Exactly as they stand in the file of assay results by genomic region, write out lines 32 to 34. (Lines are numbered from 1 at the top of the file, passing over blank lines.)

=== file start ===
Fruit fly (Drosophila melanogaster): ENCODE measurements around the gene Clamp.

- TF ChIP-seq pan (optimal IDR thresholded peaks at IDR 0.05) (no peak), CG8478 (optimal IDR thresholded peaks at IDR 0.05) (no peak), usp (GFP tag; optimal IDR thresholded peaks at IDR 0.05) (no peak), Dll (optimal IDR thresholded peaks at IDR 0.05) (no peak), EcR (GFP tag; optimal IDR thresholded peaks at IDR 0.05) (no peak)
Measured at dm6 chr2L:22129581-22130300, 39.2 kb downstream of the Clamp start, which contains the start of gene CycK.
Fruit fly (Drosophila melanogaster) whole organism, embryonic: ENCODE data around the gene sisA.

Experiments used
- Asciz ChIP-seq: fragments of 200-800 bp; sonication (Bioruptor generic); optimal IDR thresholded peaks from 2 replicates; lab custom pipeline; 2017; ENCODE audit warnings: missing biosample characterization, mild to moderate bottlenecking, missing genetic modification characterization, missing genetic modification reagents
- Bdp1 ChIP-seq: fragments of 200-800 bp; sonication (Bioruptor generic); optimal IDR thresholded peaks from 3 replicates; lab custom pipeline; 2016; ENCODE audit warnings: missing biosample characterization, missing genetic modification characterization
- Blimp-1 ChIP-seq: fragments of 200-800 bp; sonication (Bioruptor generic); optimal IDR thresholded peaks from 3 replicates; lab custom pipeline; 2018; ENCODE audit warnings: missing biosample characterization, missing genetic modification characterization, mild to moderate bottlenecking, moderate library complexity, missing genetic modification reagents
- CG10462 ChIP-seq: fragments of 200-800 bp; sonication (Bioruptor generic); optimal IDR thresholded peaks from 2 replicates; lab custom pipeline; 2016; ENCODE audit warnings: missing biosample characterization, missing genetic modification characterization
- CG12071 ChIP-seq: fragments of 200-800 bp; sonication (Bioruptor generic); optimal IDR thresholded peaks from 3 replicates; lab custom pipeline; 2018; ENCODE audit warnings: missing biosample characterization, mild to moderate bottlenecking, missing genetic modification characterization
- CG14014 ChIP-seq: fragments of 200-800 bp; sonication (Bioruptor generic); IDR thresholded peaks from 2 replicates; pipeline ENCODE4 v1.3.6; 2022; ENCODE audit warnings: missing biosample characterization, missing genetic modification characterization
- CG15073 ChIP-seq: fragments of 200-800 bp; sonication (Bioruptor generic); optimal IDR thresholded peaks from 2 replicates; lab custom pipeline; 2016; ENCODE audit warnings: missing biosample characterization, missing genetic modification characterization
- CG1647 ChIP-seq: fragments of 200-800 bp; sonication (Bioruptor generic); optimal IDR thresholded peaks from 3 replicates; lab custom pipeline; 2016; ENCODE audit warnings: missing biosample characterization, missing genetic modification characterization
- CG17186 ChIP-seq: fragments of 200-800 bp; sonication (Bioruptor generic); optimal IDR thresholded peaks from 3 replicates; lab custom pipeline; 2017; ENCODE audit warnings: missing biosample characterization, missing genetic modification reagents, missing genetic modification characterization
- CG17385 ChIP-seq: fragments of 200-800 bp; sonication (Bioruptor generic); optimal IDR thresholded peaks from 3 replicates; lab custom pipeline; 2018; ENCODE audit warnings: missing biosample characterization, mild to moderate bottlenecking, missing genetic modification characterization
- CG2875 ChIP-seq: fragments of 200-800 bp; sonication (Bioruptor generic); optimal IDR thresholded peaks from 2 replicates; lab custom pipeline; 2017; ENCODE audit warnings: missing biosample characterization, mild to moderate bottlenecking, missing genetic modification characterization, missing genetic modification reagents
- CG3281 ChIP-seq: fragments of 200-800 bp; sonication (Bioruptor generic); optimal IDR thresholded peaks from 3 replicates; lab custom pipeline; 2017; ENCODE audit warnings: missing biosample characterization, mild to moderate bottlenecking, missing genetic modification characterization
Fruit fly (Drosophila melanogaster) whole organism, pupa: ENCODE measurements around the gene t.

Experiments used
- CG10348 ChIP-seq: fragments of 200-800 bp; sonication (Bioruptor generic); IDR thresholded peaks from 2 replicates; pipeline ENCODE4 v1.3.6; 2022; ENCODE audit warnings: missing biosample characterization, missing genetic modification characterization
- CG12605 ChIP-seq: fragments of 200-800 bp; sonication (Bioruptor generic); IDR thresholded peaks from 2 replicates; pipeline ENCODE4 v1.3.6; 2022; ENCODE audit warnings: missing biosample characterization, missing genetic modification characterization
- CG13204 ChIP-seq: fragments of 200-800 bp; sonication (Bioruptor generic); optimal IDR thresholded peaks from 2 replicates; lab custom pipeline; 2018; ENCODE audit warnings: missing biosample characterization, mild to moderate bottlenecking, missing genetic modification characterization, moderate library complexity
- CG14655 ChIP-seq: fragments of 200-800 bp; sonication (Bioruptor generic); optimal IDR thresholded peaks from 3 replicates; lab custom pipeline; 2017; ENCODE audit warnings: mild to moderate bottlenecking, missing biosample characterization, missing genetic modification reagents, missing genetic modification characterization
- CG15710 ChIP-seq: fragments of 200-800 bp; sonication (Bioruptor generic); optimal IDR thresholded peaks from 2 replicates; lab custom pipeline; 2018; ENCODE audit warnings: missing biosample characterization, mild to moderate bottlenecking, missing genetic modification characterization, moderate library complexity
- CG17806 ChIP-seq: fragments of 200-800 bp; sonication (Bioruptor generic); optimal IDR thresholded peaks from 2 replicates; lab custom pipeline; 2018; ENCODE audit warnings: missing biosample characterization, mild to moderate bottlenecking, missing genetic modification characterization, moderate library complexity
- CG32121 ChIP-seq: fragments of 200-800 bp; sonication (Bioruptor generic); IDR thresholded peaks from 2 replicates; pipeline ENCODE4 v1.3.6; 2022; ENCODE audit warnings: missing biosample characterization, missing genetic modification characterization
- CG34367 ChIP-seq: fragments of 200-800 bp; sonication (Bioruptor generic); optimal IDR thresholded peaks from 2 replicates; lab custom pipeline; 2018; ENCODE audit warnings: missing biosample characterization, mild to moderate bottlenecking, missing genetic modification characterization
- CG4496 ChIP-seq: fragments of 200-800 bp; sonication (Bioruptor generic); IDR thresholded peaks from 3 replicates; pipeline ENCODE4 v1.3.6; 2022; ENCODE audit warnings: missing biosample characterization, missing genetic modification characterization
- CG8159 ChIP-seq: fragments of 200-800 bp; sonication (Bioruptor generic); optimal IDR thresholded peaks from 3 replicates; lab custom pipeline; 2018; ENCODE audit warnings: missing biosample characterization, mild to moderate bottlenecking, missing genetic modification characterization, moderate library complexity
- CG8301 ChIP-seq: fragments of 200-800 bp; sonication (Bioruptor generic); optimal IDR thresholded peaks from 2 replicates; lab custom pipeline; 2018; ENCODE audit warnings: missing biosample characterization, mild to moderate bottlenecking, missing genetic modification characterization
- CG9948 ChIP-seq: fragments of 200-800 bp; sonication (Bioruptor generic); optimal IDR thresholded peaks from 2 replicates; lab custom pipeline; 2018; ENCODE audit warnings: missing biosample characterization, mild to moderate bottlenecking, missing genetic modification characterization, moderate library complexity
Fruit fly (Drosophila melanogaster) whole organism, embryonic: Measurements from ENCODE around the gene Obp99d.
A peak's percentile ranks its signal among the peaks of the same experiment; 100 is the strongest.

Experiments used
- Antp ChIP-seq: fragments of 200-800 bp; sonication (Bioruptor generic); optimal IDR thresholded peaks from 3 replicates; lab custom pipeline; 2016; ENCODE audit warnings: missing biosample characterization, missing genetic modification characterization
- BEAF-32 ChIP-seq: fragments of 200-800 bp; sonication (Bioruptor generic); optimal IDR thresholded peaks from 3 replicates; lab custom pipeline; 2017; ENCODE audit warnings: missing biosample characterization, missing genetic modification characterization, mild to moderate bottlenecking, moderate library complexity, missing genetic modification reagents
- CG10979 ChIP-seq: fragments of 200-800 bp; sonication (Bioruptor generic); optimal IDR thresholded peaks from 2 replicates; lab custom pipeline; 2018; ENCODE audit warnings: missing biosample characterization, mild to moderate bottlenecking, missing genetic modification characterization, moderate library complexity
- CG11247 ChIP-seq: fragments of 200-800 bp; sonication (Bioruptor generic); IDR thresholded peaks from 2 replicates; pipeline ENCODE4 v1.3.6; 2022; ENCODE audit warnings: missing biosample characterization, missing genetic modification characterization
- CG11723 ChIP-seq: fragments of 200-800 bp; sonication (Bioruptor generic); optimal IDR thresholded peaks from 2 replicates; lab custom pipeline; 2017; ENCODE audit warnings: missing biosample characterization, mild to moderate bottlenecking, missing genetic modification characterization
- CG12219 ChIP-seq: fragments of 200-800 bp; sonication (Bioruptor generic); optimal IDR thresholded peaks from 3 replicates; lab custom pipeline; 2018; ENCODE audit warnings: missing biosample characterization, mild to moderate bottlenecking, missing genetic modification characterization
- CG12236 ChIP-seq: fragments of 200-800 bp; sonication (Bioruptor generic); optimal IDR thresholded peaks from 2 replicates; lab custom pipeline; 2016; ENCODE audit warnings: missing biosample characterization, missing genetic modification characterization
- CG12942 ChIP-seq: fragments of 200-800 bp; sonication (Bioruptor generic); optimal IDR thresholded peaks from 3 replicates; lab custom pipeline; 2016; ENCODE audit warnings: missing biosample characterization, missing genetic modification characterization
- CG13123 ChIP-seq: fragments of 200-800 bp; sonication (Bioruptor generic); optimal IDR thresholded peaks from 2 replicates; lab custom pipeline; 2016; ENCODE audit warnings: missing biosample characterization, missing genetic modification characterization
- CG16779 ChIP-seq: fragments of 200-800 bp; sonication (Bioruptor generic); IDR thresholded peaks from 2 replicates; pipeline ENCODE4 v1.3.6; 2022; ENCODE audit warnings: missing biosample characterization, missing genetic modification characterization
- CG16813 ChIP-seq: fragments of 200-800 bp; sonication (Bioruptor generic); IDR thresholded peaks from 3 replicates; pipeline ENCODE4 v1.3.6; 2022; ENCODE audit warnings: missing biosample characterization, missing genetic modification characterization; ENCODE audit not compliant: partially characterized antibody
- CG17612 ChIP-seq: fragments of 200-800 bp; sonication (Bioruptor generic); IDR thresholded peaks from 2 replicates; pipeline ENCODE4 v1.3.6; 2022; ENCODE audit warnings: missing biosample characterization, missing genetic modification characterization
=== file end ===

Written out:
Fruit fly (Drosophila melanogaster) whole organism, embryonic: Measurements from ENCODE around the gene Obp99d.
A peak's percentile ranks its signal among the peaks of the same experiment; 100 is the strongest.

Experiments used